It's not easy!  I do a lot of planning, then copy as much information as possible about characters, plots and locations into computer files that I refer to frequently.  I do sometimes come up with names in one series that are too close to names in another and have to change them.

 3.  Do you know how many books will be in your new 'Superstition' series?

There will be at least three, and my fingers are crossed that there'll be more!

 4.  Has having a background in law made navigating your literary contracts easier? 
Yes and no.  I understand what I'm signing, and sometimes it makes me cringe!  I sign things that I'd advise a client not to sign, but some provisions are nonnegotiable... and scary.

5.  What drew you to the Cavalier King Charles Spaniel breed of dogs?

I saw my first Cavalier on the Underground during my first trip to London... and fell in love.  Maybe it was the soulful expression, or the cuteness of how she sat on her owner's lap, or the Blenheim (auburn and white) fur, one of the most popular colorations.  but I was hooked!  Cavaliers were very rare in the U.S. at the time, but I began my search for one as soon as I returned to the U.S.--and have been owned by at least one Cavalier ever since.

 6.  What's it like working on a blog with multiple writers?

I actually blog regularly on four blogs with other writers, but three of them are once monthly and the fourth, Killer Hobbies, is weekly.  It's also the one I've blogged on the longest.  I enjoy the interaction online with the other writers.  At Killer Hobbies, we usually comment on each other's blogs and provide encouragement to one another, as well as introducing ourselves to the readers of each other's work and sometimes promoting each another.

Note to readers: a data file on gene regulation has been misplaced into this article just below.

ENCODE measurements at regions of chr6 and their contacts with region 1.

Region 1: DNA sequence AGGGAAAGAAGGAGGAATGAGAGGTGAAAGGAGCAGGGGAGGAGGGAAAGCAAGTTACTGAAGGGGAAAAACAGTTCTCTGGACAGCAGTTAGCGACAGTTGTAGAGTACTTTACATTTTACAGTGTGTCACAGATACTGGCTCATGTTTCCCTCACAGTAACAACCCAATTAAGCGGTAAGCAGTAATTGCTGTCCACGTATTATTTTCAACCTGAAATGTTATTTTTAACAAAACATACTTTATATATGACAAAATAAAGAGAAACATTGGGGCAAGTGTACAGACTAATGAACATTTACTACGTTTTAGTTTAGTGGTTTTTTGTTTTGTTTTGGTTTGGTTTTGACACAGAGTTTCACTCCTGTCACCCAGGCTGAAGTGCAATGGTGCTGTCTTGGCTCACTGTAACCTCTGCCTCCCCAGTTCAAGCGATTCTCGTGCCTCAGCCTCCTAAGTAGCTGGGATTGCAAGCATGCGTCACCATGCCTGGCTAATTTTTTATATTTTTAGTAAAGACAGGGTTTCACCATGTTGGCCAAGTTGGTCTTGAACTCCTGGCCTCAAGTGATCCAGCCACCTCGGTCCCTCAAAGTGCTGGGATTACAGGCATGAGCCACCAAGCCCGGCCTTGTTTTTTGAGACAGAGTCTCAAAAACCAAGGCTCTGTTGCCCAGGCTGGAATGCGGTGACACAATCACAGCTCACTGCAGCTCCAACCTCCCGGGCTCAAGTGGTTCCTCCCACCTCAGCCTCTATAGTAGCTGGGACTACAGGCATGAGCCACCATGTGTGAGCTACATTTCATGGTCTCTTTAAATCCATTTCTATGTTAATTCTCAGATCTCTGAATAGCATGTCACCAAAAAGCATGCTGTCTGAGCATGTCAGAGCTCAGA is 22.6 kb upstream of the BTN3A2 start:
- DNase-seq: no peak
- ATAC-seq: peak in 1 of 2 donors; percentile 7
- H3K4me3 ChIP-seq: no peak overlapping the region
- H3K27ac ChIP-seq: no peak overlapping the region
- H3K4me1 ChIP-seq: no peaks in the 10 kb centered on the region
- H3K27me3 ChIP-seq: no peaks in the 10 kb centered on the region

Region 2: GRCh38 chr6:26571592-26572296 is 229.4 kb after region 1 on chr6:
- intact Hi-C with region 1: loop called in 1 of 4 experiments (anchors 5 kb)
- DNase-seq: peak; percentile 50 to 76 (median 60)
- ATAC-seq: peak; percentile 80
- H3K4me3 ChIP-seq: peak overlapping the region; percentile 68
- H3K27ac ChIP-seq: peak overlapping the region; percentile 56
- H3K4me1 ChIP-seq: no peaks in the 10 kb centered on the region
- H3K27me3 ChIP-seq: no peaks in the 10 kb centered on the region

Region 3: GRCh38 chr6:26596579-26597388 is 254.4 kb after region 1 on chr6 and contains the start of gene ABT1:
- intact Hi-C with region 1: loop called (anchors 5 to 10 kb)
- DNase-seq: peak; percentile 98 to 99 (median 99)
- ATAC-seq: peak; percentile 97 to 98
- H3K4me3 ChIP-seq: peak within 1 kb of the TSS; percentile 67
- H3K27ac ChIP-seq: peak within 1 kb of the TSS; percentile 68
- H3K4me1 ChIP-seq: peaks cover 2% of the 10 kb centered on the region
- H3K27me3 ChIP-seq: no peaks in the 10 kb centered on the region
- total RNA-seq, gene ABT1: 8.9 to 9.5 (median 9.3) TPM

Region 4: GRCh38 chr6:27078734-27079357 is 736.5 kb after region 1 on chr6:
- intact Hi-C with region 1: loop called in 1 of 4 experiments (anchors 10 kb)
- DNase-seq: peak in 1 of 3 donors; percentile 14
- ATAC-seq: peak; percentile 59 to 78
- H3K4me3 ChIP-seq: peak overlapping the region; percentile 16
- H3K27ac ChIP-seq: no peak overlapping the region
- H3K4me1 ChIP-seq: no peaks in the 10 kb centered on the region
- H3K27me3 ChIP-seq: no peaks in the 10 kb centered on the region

I don't know all the writers on the other blogs but read their posts and sometimes comment and promote them, too.   Those other blogs are Killer Characters, where I post on the 18th of each month; A Slice of Orange, the blog of the Orange County Chapter of the Romance Writers of America, where I blog on the 6th of every month; and InkSpot, the blog of Midnight Ink authors, where I'm a newbie and blog on the first Monday of every month.

 7.  What is your favorite part of being a full-time writer?

Maybe I'm nuts, but I'm currently working on four of the series I described above concurrently.  I couldn't do that if I was still practicing law even part-time, as I did before I decided to become officially inactive.  I'm always creating characters and conflicts and murders and romance... Who wouldn't love that??!

 8.  Any downside?

Believe it or not, I miss being a lawyer, at least the way I used to practice law.  Of course, I was a transactional real estate attorney which meant I negotiated and wrote a lot of contracts.  And contracts are just another form of fiction!

 9.  Which writer from all of history (including our time) would you most like to meet?

I'm fortunate enough to belong to a lot of writers' organizations in the genres in which I write, plus I attend quite a few conferences, so I've actually met quite of few of the contemporary writers I wanted to meet.  In fact, Carolyn Hart and Dorothy Cannell even gave me blurbs for my first Kendra Ballantyne, Pet-Sitter Mystery.  I met David Rosenfelt at a book signing near Los Angeles, although he might not remember that.  I'd certainly love to meet Mary Stewart, Phyllis Whitney and Victoria Holt, though.

 10.  What do you like to do when you are not writing?

 Play with my dogs--Cavaliers, of course!  Even when I'm writing I obey their orders, of course.  I also enjoy spending time with my wonderful, patient, encouraging husband Fred. 


(Disclosure:  I received an e-copy of "Lost Under a Ladder" from the author and publisher via Great Escapes Virtual Book Tours and NetGalley in exchange for my unbiased opinion.  Click the logo above to visit the official tour page.)